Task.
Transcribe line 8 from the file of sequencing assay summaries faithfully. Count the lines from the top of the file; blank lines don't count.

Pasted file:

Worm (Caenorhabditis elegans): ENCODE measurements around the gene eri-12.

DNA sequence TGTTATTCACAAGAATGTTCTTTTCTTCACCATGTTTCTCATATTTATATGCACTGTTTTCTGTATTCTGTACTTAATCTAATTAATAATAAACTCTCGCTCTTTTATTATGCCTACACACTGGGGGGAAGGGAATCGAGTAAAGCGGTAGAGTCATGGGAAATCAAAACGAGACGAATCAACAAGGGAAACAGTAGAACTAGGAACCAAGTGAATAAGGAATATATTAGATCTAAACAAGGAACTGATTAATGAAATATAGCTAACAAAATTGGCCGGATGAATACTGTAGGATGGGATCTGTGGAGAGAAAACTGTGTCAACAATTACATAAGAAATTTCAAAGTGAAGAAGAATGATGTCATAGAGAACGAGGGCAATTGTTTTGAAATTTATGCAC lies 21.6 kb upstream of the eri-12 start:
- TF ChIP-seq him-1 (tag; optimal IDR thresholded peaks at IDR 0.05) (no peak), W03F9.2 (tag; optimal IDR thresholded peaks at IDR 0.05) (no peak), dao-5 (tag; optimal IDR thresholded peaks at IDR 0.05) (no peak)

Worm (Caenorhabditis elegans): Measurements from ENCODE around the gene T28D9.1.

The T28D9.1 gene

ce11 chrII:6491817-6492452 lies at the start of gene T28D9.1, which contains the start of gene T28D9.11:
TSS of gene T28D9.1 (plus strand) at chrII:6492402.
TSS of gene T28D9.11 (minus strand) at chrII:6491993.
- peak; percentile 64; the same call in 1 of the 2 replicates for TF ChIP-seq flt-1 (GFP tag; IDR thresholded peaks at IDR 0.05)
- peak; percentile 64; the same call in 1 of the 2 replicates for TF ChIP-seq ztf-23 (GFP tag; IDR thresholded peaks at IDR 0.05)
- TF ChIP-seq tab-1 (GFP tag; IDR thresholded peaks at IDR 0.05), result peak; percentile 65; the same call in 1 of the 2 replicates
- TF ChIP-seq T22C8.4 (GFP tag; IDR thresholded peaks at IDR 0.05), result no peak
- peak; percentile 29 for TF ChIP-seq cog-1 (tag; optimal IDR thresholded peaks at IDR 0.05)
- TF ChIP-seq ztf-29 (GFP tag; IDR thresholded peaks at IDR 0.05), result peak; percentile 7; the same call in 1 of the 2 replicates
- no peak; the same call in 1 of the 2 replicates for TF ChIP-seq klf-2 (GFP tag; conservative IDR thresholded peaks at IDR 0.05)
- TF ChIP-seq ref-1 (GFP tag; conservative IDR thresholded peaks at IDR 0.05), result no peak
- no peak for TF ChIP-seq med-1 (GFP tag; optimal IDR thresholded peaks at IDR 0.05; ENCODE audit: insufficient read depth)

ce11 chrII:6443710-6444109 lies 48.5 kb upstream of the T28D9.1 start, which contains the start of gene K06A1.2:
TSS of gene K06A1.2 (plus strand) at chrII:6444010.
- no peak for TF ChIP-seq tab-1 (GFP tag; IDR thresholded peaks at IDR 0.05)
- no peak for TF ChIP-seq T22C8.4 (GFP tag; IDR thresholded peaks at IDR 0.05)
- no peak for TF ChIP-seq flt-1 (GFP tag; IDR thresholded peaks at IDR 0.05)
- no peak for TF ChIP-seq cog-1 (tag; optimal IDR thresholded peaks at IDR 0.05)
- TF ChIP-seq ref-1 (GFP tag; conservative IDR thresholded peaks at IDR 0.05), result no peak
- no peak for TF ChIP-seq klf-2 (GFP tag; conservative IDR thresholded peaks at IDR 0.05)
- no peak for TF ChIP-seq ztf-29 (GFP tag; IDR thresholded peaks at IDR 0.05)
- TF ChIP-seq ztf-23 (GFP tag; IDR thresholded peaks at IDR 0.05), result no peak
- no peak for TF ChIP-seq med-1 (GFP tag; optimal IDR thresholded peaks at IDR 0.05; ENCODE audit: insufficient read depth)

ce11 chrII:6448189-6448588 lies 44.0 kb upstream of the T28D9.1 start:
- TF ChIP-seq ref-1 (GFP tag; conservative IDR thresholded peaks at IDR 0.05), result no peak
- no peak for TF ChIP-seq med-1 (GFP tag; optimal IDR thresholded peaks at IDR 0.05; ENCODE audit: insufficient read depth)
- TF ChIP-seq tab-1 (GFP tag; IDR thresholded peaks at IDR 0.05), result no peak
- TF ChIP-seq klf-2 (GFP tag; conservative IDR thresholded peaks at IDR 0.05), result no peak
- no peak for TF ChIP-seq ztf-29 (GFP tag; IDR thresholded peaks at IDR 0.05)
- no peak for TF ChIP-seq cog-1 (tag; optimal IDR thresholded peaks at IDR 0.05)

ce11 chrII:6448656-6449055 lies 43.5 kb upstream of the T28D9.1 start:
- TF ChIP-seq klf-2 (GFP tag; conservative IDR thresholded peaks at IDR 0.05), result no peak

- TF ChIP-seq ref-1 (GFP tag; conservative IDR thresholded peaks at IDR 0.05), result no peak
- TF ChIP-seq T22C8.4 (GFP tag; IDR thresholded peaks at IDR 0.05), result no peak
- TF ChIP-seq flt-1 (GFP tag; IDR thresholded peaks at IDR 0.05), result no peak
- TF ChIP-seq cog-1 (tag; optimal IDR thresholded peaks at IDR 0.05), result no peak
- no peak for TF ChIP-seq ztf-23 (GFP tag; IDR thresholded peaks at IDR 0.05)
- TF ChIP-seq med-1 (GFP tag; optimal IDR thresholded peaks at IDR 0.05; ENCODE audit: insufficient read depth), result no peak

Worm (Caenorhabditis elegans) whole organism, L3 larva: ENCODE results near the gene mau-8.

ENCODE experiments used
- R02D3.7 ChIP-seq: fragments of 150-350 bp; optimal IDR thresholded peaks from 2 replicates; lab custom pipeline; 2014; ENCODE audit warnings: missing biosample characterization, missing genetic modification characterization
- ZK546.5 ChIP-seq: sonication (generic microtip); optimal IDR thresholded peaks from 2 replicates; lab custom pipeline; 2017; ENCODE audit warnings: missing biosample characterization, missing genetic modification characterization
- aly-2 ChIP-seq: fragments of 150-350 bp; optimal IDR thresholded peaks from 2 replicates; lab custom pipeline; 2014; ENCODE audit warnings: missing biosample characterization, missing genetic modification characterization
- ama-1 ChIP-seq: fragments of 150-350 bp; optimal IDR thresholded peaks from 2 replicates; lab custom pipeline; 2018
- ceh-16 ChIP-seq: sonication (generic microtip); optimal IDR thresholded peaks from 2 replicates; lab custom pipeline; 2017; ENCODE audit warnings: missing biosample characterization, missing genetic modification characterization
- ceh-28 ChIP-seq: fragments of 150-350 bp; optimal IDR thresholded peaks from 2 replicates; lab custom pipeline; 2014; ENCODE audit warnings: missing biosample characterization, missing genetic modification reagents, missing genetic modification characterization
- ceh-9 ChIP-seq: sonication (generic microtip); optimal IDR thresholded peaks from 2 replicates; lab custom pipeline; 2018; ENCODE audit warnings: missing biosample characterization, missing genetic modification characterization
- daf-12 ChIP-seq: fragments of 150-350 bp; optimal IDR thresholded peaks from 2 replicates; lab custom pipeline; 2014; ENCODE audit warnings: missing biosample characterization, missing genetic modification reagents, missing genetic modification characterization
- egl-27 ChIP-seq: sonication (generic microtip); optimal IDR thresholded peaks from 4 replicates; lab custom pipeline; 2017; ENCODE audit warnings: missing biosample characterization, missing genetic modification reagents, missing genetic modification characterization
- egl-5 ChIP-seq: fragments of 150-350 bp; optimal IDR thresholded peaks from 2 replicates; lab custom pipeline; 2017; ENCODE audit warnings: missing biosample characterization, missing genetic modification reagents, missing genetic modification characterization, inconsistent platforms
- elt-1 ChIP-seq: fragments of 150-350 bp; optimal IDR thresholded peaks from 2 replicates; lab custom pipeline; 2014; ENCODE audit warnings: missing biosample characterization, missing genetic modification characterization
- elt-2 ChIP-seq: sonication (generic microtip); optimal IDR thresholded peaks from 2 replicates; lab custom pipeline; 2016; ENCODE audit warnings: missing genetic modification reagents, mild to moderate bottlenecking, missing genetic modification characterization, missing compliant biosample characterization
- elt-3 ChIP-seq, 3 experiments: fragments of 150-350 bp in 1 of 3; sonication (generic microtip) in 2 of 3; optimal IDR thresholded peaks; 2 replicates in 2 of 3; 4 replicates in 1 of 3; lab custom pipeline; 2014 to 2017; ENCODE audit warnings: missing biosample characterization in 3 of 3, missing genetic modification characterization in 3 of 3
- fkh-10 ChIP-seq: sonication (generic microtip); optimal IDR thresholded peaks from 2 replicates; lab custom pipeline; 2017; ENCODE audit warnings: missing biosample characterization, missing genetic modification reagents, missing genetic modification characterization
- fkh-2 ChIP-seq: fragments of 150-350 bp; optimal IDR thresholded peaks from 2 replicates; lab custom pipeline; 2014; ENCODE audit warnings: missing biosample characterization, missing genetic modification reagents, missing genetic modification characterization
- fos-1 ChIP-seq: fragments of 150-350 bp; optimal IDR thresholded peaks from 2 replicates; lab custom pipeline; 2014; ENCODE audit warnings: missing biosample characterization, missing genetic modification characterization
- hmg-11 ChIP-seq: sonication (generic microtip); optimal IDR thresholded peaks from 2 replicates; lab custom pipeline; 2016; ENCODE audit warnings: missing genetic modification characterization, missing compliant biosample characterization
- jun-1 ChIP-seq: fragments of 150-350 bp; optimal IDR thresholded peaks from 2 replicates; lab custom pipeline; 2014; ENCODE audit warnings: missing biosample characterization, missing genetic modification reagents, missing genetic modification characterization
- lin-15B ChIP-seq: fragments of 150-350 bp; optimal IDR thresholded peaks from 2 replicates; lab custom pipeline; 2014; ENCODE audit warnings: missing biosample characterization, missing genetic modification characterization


TSS of gene T28D9.11 (minus strand) at chrII:6491993.